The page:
Posted by Tom Foremski - June 4, 2010
Mark Zuckerberg, CEO of Facebook, is just 26 and has done very well but his young age does often show itself in various ways. He's put his foot in his mouth several times over privacy and has had mixed reviews on his performance in high profile interviews.
Here is Chris Pirillo:
Things didn't go well for Mark Zuckerberg when he appeared on the D8 stage two days ago. From all angles, he appeared to be fumbling his way through the answers he was giving. He broke out into a cold sweat and had to remove his trademark hoodie. Bloggers around the globe took stabs at Zuck and his team based on his performance.
Today, I have seen several posts where people are beginning to wonder whether or not Zuckerberg should continue in his current role with the company he founded as a college student. Likely the most prolific comes from Shel Israel.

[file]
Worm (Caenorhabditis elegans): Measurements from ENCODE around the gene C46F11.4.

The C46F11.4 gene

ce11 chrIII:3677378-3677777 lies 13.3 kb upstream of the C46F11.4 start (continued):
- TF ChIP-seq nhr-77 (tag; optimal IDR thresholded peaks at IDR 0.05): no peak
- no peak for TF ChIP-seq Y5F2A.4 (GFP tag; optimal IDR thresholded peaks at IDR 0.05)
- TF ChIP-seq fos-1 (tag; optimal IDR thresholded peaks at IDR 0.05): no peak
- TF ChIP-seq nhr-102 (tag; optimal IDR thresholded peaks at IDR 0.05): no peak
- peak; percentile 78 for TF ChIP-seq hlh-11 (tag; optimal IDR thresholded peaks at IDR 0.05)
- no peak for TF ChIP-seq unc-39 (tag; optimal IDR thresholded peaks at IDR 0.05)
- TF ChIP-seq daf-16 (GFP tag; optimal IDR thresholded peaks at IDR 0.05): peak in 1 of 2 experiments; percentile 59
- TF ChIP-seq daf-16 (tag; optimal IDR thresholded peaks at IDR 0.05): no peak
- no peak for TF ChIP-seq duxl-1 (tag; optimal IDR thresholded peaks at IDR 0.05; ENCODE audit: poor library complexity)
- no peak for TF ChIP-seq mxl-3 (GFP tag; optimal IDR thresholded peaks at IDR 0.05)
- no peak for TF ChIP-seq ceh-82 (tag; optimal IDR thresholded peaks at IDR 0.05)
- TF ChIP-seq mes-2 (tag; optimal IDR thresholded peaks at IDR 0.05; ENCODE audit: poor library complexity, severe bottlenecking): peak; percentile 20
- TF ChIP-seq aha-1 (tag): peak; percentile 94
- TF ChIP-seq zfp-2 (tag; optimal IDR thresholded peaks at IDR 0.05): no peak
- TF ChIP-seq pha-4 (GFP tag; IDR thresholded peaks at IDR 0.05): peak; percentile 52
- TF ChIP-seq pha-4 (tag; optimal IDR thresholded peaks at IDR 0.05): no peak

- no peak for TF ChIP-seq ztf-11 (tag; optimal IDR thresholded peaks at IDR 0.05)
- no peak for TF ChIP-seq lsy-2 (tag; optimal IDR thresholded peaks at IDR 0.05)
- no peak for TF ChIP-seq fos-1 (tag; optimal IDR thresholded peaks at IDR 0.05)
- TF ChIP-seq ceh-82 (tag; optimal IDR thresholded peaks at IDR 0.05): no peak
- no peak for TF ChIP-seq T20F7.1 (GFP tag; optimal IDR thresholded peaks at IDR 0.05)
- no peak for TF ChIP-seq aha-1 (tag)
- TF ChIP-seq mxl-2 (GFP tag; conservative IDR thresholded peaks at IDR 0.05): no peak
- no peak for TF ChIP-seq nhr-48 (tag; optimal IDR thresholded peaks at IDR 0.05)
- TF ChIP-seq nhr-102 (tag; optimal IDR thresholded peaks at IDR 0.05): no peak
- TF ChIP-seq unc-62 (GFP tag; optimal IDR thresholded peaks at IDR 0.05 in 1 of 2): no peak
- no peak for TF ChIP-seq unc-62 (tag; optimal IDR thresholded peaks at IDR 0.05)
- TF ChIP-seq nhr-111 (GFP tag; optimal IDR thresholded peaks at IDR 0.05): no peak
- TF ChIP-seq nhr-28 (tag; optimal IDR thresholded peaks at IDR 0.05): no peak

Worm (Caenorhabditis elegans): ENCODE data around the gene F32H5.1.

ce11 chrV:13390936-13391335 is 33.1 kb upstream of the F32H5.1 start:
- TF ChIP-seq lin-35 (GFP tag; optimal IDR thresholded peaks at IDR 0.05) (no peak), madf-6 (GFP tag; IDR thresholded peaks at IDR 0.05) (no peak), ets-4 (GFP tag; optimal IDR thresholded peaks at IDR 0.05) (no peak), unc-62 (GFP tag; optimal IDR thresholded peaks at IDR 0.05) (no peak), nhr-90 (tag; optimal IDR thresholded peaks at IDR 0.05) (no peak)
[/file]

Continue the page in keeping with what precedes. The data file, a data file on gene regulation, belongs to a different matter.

Does Mr Zuckerberg need "adult supervision?"
Google's founders, Sergey Brin and Larry Page were at about that same age when Google's investors, John Doerr and Michael Moritz decided that they needed adult supervision. Eric Schmidt was brought in as co-CEO in 2001.
Every day brings Facebook closer to its eventual IPO. Its top investors might be wondering if Mr Zuckerberg needs someone to be his Eric Schmidt. Mr Schmidt did a great job in preparing Google for a stellar IPO.
And adult supervision isn't such a bad thing, Messrs Brin and Page still have theirs and they are now 36 years old.
Who would make a good Eric Schmidt to Mark Zuckerberg?
How about Scott McNealy the former head of Sun Microsystems?
I saw him recently at Verisign's celebration of 25 years of making loads of money from its dotcom registry services, in San Francisco's city hall. He's out of work following the Oracle acquisition so he has the time. He seemed a bit bored and listless but a new challenge might perk him up.
Mr McNealy isn't the most tactful person and he never outgrew his fratboy sensibilities -- he'd probably get along really well with Mr Zuckerberg.
He could become the lightning rod for Facebook in a similar way that Mr Schmidt is for Google. And he knows how to run a very large publicly traded company. They would be a great match, imho.
(Mr Schmidt is also from Sun.)